A Departmental Dilemma: The Genesis of Canadian Military Export Policy, 1945-1960
26 January 2023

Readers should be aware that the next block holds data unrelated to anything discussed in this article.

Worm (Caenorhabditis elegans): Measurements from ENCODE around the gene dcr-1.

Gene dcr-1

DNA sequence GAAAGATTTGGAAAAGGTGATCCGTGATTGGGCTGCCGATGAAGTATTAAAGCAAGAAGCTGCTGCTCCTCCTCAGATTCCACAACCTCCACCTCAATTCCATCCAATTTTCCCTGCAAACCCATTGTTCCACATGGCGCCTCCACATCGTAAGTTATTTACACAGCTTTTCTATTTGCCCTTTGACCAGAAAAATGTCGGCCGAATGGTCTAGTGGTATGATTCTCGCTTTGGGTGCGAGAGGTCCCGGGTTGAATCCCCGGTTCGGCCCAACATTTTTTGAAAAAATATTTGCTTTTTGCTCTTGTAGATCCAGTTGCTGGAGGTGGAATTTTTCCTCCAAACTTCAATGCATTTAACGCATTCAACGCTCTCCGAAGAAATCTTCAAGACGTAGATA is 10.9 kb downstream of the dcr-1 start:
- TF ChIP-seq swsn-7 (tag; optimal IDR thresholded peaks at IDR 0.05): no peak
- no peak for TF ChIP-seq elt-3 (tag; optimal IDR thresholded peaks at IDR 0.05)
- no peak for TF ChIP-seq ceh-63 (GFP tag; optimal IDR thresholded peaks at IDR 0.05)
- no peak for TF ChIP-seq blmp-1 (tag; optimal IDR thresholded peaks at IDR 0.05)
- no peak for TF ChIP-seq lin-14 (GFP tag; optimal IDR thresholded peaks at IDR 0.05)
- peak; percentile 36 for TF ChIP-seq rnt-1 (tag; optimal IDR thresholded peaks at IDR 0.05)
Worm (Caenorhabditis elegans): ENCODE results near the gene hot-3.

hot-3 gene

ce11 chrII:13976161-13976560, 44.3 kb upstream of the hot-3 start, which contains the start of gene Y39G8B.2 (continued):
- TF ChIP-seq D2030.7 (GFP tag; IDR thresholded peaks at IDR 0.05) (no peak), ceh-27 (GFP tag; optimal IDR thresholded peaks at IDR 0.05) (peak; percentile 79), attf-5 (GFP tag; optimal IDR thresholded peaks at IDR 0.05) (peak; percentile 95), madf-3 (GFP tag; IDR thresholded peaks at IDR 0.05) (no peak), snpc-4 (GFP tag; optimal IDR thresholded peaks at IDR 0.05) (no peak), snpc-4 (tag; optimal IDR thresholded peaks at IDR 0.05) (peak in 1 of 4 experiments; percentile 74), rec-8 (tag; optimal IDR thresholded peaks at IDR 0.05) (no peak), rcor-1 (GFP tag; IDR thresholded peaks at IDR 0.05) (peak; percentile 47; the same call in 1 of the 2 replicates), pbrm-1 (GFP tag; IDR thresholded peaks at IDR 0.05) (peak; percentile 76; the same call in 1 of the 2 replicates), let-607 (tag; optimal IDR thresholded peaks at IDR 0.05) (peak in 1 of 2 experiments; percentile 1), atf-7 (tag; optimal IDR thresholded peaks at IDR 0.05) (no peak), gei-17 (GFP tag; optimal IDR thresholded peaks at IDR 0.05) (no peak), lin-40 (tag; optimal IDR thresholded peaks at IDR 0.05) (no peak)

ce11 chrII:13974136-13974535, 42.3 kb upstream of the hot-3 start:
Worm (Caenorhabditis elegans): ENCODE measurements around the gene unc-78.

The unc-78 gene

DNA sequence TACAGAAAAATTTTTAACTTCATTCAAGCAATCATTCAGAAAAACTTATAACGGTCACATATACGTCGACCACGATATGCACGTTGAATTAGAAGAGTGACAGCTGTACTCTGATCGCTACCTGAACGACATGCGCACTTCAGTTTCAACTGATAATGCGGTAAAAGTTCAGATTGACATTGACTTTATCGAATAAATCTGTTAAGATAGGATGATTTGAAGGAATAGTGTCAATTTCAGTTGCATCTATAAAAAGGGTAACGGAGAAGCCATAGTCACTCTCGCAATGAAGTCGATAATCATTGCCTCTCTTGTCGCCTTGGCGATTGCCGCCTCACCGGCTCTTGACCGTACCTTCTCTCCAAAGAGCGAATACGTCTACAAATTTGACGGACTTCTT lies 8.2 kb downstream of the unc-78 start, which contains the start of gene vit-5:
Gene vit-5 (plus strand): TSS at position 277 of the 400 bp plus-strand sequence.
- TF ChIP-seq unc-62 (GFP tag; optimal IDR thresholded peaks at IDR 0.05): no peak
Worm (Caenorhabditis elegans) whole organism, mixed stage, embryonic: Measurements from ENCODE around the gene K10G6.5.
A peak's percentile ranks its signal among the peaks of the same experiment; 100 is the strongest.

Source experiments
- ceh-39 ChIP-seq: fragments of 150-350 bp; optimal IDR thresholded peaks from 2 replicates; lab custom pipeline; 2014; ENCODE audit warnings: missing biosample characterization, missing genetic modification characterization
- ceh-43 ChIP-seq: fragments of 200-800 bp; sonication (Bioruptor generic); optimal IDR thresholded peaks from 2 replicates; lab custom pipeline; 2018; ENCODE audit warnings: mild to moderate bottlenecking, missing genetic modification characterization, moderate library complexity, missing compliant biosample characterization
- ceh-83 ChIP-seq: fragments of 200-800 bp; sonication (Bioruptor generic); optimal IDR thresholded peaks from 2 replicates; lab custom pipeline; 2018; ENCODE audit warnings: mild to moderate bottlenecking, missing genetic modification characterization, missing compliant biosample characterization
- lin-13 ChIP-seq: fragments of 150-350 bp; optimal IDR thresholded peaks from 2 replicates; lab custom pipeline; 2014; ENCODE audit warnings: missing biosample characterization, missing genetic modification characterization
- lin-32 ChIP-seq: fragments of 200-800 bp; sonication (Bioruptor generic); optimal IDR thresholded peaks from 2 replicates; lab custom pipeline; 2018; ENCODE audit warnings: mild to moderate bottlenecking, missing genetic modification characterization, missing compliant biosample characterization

Laurent in the Gray Lecture of 1947.22 The foundations of twentieth-century arms control and military export restraint – including the necessity of proportionality, discrimination, and the laws of war – are rooted within the legacy of the Judeo-Christian just war tradition that also underlies both International Humanitarian Law (IHL) and global understandings of human security and human rights.23. [...] References to the recently published Merchants of Death, a lurid exposé on the misdeeds of private arms manufacturers such as Vickers, Krupps, and DuPont, multiplied in Parliament and Canadian newspapers.56 In fact, the public’s condemnation of arms trading and militarization played a role in convincing the Liberals to delay the establishment of a privately-owned military industry until the late 1. [...] Military Exports as a Defence Requirement The erosion of Canadian military export policy is correlated with the increasing importance of exports to the Canadian Defence Industrial Base (DIB) – the network of domestic producers of military equipment and technology which together constitute the military industrial capacity of the nation.94 The purpose of the DIB is twofold: to meet the normal procur. [...] These agreements would form the basis of later defence partnerships (such as NORAD and the DPSA) and provide an expanding market for Canadian military production.99 After the Second World War, the Canadian DIB became increasingly export-oriented due to the limited procurement capacity of the Canadian Armed Forces, and gradually shed the 95 John Treddenick, “Economic Significance of the Canadian De. [...] It explores early conflict over the marketing of Canadian military goods abroad, as well as the impact of the Korean War on Canadian arms sales, before excavating the context and motivation of the 1954 reforms to the EIPA and military export policy.